The question on everyone's lips isn't so much if the more than 500 changes to Windows Phone OS will satisfy current Mango users; they will. It's a good release, on one that proves Windows Phone is maturing, however gradually. With it, Microsoft will continue to keep its current customers. After all, that set is already committed to the platform, at least for another year or so until their contracts expire.
The more crucial point is whether Microsoft's new and improved OS has charm enough to draw new takers, especially those from the legions of Android who may be curiously casting sidelong looks at Windows Phone. In that we're much less certain.
Operating System We said it in our hands-on review: Mango is a good update. It adds many new, useful features and expands upon others that are already there. Besides that, Windows Phone itself has a certain elan. The Metro UI, as the brightly colored, pleasantly blocky interface is known, is clean and straightforward. The way information is organized liberates us from the clone-y sameness of tiny icons in grid formation.
Microsoft thought out of the box when creating a few new features and did a good job integrating others directly into the OS, like barcode scanning, song ID, and automated playlist creation in the music library. Not all of these are of Microsoft's own invention, but not all of them need to be. Most importantly, they need to make the Windows Phone experience satisfying and full.… Read more
There is plenty of wireless spectrum available to meet the demand for wireless data services, but the problem may be that too much of it is in the wrong hands, according to a recent report from Citigroup.
A recent report from analysts at Citigroup, titled "Wireless Data: Supply and Demand Spectrum Control, Not Availability, Is the Real Constraint," suggests that the wireless industry already has a significant amount of wireless spectrum available. The problem, the analysts argue, is that the operators that control the greatest amount of unused spectrum may be under-capitalized or unwilling to build out networks … Read more
The U.S. International Trade Commission announced today that its members have voted to begin an investigation on HTC's behalf into whether Apple infringes on HTC's intellectual property with its mobile phones, tablets, and computers.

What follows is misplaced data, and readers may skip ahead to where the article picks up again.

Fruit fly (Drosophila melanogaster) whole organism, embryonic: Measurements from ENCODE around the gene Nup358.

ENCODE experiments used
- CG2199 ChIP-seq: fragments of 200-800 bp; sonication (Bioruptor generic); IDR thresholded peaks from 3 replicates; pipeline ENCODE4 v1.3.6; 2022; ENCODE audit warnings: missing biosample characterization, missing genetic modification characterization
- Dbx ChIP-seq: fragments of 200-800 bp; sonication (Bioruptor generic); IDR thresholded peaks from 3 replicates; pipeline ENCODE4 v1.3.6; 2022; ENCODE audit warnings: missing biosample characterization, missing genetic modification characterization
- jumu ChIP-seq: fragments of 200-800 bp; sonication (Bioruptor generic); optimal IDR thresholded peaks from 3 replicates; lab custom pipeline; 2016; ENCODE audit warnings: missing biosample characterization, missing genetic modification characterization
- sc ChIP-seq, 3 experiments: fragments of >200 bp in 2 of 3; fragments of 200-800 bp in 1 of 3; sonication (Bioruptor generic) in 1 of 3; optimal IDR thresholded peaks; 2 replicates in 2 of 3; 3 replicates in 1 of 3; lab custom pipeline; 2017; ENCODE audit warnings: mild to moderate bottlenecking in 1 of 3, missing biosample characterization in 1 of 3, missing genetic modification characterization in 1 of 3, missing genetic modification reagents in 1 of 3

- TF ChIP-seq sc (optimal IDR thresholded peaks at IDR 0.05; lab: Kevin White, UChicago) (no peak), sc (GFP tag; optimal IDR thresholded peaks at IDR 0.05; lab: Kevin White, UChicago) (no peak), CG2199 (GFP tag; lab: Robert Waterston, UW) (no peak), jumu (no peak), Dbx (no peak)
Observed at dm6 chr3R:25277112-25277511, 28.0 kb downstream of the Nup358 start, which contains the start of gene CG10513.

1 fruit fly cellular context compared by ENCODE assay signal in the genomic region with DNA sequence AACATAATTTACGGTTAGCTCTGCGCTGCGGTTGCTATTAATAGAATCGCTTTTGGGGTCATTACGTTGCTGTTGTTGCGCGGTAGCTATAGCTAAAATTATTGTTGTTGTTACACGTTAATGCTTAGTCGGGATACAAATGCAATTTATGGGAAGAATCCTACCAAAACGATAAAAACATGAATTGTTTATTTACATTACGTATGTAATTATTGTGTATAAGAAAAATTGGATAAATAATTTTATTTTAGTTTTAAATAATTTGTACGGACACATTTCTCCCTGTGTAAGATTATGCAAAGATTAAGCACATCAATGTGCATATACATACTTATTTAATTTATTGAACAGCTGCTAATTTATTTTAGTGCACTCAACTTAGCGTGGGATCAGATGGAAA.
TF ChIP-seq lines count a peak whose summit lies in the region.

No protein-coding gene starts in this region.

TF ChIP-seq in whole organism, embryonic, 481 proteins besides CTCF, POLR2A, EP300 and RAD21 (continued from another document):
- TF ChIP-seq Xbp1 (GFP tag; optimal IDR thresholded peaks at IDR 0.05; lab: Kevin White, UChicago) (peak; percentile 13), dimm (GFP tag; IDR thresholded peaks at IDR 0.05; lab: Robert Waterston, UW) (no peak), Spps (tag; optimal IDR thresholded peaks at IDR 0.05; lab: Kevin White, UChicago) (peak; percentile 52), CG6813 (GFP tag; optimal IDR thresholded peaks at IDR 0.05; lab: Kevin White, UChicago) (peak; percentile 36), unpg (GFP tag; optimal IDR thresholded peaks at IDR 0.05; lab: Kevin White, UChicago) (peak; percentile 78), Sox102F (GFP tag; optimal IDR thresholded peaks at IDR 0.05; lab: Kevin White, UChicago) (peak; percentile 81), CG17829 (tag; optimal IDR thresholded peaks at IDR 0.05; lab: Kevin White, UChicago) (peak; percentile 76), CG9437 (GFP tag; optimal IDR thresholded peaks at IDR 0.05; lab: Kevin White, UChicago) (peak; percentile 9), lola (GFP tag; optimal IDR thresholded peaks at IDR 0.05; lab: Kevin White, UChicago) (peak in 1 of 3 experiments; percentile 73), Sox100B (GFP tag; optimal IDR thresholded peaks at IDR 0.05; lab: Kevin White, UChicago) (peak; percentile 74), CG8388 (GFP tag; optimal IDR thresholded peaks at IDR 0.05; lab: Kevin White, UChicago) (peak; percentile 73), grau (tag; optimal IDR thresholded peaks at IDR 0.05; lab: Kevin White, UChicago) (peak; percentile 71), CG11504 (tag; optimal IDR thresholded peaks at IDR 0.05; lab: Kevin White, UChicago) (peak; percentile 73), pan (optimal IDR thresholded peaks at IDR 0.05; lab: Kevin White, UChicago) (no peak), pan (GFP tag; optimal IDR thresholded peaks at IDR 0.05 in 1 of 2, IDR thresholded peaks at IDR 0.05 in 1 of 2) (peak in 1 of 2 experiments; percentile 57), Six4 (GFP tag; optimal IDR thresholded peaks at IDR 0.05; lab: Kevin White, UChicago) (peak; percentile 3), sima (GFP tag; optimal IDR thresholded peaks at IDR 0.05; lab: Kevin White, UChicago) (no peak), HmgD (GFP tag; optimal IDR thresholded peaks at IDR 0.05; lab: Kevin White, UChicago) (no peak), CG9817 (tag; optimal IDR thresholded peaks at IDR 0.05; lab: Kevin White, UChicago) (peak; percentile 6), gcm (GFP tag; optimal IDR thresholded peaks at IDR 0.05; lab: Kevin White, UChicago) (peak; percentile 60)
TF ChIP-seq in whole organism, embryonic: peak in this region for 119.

HTC first filed its complaint, the latest against the Cupertino, Calif.-based consumer electronics giant, last month, saying Apple was infringing on two of its patents. The Taiwanese handset manufacturer seeks to halt the importation of Apple products into the U.S., as well as compensatory damages, and three times the normal damages for willful infringement.
If there was any lingering hope that T-Mobile USA would start offering the iPhone soon, the carrier's marketing chief just killed it.
T-Mobile Chief Marketing Officer Cole Brodman posted a letter to customers on the company's blog yesterday, saying that while he would love to carry the iPhone, the company is currently focusing on "the best that Android has to offer." Translation: T-Mobile is definitely not getting the iPhone in the near future.
T-Mobile now stands as the only national carrier left out of the iPhone game, with all indications pointing to Sprint Nextel joining AT&T and Verizon Wireless as an Apple partner. That's a significant disadvantage for the company, which is already struggling to return to growth and stem customer defection.
"We've heard from many customers who love their T-Mobile service but are disappointed that we don't carry the iPhone," he said in his letter. "To these customers, first, thank you for your business."
He did note that more than 1 million T-Mobile customers use an unlocked iPhone on its network. The GSM version of the iPhone--which is what AT&T uses--can be moved on to T-Mobile's network but can only access the slower 2G network. Brodman reiterated his interest in a "no compromise" iPhone experience on its network. … Read more